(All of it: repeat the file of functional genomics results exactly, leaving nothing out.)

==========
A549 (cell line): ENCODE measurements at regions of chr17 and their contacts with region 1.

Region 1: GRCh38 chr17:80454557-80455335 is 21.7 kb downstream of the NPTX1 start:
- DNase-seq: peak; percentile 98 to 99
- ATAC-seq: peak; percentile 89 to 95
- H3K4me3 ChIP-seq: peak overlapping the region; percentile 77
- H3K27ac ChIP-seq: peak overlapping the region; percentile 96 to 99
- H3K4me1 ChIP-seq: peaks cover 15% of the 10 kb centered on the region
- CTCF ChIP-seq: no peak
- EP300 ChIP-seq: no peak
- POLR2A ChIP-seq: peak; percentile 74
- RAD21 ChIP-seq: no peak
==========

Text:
A549 (cell line): ENCODE measurements at regions of chr17 and their contacts with region 1.

Region 1: GRCh38 chr17:80454557-80455335 is 21.7 kb downstream of the NPTX1 start:
- DNase-seq: peak; percentile 98 to 99
- ATAC-seq: peak; percentile 89 to 95
- H3K4me3 ChIP-seq: peak overlapping the region; percentile 77
- H3K27ac ChIP-seq: peak overlapping the region; percentile 96 to 99
- H3K4me1 ChIP-seq: peaks cover 15% of the 10 kb centered on the region
- CTCF ChIP-seq: no peak
- EP300 ChIP-seq: no peak
- POLR2A ChIP-seq: peak; percentile 74
- RAD21 ChIP-seq: no peak